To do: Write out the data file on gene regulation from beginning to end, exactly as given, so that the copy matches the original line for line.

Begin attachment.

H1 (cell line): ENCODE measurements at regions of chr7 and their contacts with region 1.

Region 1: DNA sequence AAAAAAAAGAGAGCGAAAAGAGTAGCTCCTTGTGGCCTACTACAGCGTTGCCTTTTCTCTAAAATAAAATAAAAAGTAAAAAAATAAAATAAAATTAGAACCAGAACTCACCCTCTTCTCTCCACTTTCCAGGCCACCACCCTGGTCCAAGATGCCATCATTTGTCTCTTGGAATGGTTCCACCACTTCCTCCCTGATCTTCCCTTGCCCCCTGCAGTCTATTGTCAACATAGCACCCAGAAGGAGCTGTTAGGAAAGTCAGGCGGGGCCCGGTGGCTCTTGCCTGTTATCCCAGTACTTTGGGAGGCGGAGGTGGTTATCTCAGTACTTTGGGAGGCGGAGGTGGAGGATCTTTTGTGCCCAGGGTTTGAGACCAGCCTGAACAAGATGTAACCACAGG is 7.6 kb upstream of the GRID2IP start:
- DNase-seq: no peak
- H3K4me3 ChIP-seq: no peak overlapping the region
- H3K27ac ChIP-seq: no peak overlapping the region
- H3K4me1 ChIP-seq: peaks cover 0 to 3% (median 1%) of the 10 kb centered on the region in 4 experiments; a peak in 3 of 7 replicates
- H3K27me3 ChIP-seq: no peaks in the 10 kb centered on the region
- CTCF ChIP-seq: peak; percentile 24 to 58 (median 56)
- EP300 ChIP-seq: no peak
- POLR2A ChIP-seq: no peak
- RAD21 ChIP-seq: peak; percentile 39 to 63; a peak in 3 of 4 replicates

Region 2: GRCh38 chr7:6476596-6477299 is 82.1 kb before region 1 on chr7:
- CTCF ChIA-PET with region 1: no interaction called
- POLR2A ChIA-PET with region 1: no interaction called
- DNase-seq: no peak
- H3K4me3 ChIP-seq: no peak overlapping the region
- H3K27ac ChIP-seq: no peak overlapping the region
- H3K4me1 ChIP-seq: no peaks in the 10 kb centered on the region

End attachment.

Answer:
H1 (cell line): ENCODE measurements at regions of chr7 and their contacts with region 1.

Region 1: DNA sequence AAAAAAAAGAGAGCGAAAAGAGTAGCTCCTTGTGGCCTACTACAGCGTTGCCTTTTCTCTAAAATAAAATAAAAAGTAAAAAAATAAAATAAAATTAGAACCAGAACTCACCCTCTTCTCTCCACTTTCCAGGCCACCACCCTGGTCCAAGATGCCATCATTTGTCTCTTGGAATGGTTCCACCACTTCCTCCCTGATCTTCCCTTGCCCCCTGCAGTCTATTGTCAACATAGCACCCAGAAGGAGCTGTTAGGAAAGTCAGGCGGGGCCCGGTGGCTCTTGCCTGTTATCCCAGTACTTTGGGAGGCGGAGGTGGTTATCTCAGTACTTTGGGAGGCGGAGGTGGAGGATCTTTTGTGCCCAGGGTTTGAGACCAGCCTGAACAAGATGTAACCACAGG is 7.6 kb upstream of the GRID2IP start:
- DNase-seq: no peak
- H3K4me3 ChIP-seq: no peak overlapping the region
- H3K27ac ChIP-seq: no peak overlapping the region
- H3K4me1 ChIP-seq: peaks cover 0 to 3% (median 1%) of the 10 kb centered on the region in 4 experiments; a peak in 3 of 7 replicates
- H3K27me3 ChIP-seq: no peaks in the 10 kb centered on the region
- CTCF ChIP-seq: peak; percentile 24 to 58 (median 56)
- EP300 ChIP-seq: no peak
- POLR2A ChIP-seq: no peak
- RAD21 ChIP-seq: peak; percentile 39 to 63; a peak in 3 of 4 replicates

Region 2: GRCh38 chr7:6476596-6477299 is 82.1 kb before region 1 on chr7:
- CTCF ChIA-PET with region 1: no interaction called
- POLR2A ChIA-PET with region 1: no interaction called
- DNase-seq: no peak
- H3K4me3 ChIP-seq: no peak overlapping the region
- H3K27ac ChIP-seq: no peak overlapping the region
- H3K4me1 ChIP-seq: no peaks in the 10 kb centered on the region